1994 G-rate Old Glory
- Issued as a non-denominated stamp
Stamp Category: Definitive
Set: G Series
Value: 32¢ First-Class Rate
First Day of Issue: December 13, 1994
First Day City(s): Washington, DC
Quantity Issued: 3,207,599,000
Printed by: Stamp Venturers
Printing Method: Gravure Printing
Format: Coils of 100
Perforations: 9.8 (rotary perforator)
Why the stamp was issued: The USPS issued this G series general-use stamp for the new first-class rate that would take place in 1995.
About the stamp design: This stamp was designed by Ronald Sharpe who was the first African-American Banknote Designer at the Bureau of Engraving and Printing. The red “G” on the stamp indicates it was printed by Stamp Venturers.
Special design details: The USPS had a few other design ideas that would match the G rate stamp such as a goose, grapes and even George Washington, but they settled on “Old Glory.”
About the printing process: The stamp was printed by Stamp Venturers at J.W. Fergusson and Sons in Richmond, VA, on a Champlain webfed gravure press. Stamps were then perforated, processed, and shipped by Stamp Venturers, Milwaukee, Wisconsin.
First Day City: Most definitive stamps that don’t receive a first day ceremony get issued in Washington, DC which is home of the United States Postal Headquarters.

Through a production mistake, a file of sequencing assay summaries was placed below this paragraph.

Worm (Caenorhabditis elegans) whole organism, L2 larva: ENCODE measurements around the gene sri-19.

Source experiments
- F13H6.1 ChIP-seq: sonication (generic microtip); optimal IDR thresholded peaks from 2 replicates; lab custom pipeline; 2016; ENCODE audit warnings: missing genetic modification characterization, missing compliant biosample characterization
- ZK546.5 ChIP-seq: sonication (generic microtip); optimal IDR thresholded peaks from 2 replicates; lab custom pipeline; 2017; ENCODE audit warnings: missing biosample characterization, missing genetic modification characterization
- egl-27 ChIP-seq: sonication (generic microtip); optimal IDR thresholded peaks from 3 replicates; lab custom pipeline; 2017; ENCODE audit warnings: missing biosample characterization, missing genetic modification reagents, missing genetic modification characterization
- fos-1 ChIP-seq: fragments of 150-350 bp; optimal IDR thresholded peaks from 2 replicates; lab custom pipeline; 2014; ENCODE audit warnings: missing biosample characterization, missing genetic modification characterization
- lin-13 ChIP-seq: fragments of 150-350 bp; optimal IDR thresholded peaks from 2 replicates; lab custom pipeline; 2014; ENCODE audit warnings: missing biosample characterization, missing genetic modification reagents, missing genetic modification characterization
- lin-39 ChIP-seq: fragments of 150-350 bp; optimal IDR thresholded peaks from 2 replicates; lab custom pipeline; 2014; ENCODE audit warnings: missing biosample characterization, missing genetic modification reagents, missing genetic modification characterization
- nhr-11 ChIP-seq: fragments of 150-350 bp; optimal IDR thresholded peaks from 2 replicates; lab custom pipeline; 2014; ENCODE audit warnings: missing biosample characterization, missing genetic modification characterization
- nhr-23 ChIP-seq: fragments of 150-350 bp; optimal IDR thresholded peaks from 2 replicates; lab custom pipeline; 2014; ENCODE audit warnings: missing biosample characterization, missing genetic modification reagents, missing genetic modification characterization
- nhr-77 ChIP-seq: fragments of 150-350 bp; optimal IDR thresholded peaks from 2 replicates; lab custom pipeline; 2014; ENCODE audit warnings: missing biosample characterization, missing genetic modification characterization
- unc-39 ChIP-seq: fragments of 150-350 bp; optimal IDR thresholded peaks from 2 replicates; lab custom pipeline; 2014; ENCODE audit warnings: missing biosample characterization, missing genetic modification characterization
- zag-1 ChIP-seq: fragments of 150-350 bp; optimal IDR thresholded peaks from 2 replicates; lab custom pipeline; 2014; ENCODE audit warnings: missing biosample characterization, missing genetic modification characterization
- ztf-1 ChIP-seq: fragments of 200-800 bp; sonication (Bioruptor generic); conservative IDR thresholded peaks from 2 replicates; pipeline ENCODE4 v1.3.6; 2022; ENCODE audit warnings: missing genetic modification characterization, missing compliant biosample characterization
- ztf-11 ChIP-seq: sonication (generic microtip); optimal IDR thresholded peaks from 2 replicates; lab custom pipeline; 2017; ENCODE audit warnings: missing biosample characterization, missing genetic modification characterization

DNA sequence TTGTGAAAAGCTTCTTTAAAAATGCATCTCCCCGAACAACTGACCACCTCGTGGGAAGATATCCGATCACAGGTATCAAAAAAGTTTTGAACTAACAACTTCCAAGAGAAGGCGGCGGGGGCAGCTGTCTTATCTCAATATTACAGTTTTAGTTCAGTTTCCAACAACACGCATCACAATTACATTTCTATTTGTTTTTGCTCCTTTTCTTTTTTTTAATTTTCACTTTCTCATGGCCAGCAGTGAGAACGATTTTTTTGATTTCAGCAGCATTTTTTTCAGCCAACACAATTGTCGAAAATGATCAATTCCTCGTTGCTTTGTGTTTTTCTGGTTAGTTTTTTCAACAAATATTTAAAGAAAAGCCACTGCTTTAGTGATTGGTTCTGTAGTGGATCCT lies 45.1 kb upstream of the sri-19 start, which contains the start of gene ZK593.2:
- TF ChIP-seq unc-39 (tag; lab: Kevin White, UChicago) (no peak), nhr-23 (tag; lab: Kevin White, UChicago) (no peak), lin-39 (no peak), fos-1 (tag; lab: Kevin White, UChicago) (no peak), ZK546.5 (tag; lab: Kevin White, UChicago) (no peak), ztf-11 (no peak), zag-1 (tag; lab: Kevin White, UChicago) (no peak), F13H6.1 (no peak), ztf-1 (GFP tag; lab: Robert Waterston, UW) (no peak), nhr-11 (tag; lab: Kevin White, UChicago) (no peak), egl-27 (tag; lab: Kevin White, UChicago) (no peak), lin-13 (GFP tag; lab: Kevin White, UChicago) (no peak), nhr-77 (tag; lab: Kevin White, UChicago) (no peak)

About the G-rate Series: The USPS issued G-rate stamps to aid in the transition of a new postal rate. All, except two, G-rate stamps picture the US Flag with “Old Glory” in text above it, the other two are blue doves. They released eighteen different versions of G-rate stamps. These came in six different formats, in five varied rates, from five different printers! These include six different sheet stamps, six coils, four booklets, and two self-adhesives. This made the G-rate stamps printed by more printers and in more formats that any previous rate change stamp.
History the stamp represents: The US Postal Service started making rate change stamps, or “contingency” stamps as they were known, in 1978 with the A-rate which was fifteen cents. They wanted to make sure they had stamps to fulfill any rate change, gap in prices, or any combination. In early 1981 the B-rate stamps were issued to make up eighteen cents. At the end of 1981 the C-rate for twenty cents was issued. A few years went by before the D-rate came along in 1985. With the E-rate collectors saw a shift from an eagle with the color stamp to the image reflecting the letter, E having an Earth on the stamp in 1988. The F make-up-rate was only four cents and depicted a tulip on the stamp. G-rate was in 1995 and H followed in 1999. Collectors thought they were going to keep going following the rest of the alphabet, but H was where it ended. Many joked that the US Postal Service didn’t want to issue an I-rate stamp, but the reasons behind the end was never clear.